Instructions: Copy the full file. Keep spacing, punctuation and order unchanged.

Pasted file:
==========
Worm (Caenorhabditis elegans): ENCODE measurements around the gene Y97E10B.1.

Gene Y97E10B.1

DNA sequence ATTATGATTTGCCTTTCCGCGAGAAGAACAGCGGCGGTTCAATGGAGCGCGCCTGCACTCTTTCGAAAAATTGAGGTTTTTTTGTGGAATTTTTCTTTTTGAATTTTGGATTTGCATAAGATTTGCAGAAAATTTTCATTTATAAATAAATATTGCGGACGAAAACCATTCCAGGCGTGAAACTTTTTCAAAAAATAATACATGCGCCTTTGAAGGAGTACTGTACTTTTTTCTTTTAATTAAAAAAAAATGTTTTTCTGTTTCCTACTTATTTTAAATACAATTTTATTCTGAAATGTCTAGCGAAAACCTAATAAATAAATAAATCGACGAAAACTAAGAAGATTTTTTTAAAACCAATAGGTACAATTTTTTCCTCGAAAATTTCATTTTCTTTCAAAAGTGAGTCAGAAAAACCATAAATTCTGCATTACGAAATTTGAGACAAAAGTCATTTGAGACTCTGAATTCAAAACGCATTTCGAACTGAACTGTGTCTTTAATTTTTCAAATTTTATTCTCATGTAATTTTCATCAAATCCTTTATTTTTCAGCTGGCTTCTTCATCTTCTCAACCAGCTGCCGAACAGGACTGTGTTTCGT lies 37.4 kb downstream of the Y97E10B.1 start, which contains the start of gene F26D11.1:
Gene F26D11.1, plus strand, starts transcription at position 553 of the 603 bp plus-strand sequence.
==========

Worm (Caenorhabditis elegans): ENCODE measurements around the gene Y97E10B.1.

Gene Y97E10B.1

DNA sequence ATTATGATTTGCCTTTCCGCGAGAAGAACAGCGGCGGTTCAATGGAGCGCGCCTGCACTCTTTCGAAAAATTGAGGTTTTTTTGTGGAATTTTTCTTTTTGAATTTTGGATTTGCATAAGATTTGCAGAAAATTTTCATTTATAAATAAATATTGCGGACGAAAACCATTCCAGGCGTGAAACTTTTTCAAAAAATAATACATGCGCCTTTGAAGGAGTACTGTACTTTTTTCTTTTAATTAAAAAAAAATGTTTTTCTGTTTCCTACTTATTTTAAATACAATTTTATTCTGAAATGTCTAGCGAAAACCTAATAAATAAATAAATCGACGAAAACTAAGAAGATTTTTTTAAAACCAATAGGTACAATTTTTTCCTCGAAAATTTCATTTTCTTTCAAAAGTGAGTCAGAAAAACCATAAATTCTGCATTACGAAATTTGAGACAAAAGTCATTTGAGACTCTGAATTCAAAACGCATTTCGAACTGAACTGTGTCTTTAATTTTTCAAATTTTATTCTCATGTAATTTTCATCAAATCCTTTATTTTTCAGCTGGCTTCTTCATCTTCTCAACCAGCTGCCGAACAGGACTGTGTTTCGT lies 37.4 kb downstream of the Y97E10B.1 start, which contains the start of gene F26D11.1:
Gene F26D11.1, plus strand, starts transcription at position 553 of the 603 bp plus-strand sequence.